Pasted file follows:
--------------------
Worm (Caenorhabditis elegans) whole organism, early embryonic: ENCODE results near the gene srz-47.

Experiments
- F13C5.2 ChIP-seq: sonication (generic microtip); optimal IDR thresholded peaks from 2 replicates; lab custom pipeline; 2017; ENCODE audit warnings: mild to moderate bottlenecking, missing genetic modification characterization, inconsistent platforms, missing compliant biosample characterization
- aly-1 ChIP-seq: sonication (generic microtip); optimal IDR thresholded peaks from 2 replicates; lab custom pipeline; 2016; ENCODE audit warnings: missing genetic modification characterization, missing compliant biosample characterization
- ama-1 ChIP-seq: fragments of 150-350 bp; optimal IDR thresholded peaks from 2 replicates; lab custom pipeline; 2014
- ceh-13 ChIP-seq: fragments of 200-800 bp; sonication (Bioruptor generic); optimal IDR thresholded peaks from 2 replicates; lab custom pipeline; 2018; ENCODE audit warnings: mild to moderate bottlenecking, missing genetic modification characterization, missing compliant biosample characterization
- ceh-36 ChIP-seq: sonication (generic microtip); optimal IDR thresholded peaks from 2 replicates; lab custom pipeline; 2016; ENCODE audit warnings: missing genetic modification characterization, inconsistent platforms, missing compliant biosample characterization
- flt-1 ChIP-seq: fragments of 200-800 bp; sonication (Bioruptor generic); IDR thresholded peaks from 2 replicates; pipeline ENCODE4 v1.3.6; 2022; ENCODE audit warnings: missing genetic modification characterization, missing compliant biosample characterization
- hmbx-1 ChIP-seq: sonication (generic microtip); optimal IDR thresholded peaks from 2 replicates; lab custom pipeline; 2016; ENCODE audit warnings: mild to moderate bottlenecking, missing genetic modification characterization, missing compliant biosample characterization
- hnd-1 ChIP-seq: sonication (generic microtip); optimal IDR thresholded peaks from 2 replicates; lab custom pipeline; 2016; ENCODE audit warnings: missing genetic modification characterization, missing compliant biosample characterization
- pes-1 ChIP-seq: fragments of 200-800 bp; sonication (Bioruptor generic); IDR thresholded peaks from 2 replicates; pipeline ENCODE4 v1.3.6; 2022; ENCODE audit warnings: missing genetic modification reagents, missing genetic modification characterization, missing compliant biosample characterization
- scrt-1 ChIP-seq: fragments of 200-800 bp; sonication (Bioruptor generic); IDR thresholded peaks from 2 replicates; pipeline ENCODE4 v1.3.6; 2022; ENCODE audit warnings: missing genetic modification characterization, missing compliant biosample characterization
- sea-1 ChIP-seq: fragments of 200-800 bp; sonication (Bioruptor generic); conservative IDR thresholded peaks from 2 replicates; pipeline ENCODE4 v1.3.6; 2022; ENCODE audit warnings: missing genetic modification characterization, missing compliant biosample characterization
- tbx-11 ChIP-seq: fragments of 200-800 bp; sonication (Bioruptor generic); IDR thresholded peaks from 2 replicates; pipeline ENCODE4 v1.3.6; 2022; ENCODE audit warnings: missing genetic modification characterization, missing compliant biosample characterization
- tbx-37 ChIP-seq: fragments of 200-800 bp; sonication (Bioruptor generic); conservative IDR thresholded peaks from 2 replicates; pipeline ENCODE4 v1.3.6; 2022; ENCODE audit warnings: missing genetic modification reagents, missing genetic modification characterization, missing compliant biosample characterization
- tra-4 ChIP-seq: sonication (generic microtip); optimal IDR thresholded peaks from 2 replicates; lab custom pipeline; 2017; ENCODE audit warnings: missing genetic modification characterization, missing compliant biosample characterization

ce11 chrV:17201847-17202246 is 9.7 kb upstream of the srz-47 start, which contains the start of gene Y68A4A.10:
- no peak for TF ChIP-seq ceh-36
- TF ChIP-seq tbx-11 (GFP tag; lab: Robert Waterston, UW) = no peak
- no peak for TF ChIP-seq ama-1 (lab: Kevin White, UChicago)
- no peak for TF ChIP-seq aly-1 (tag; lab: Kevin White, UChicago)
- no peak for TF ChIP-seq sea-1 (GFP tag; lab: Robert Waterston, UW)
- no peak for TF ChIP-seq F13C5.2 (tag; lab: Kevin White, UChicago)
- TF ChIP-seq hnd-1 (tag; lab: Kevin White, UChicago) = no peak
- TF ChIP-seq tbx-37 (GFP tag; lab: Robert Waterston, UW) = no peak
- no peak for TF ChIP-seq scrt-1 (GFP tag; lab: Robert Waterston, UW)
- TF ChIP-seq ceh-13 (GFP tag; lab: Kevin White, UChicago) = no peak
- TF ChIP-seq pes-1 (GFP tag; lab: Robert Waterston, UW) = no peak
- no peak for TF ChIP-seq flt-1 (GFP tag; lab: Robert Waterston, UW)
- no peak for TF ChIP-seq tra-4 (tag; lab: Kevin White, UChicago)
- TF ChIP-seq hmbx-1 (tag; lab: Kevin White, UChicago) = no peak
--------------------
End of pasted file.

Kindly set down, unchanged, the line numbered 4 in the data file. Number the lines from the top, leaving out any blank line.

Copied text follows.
- aly-1 ChIP-seq: sonication (generic microtip); optimal IDR thresholded peaks from 2 replicates; lab custom pipeline; 2016; ENCODE audit warnings: missing genetic modification characterization, missing compliant biosample characterization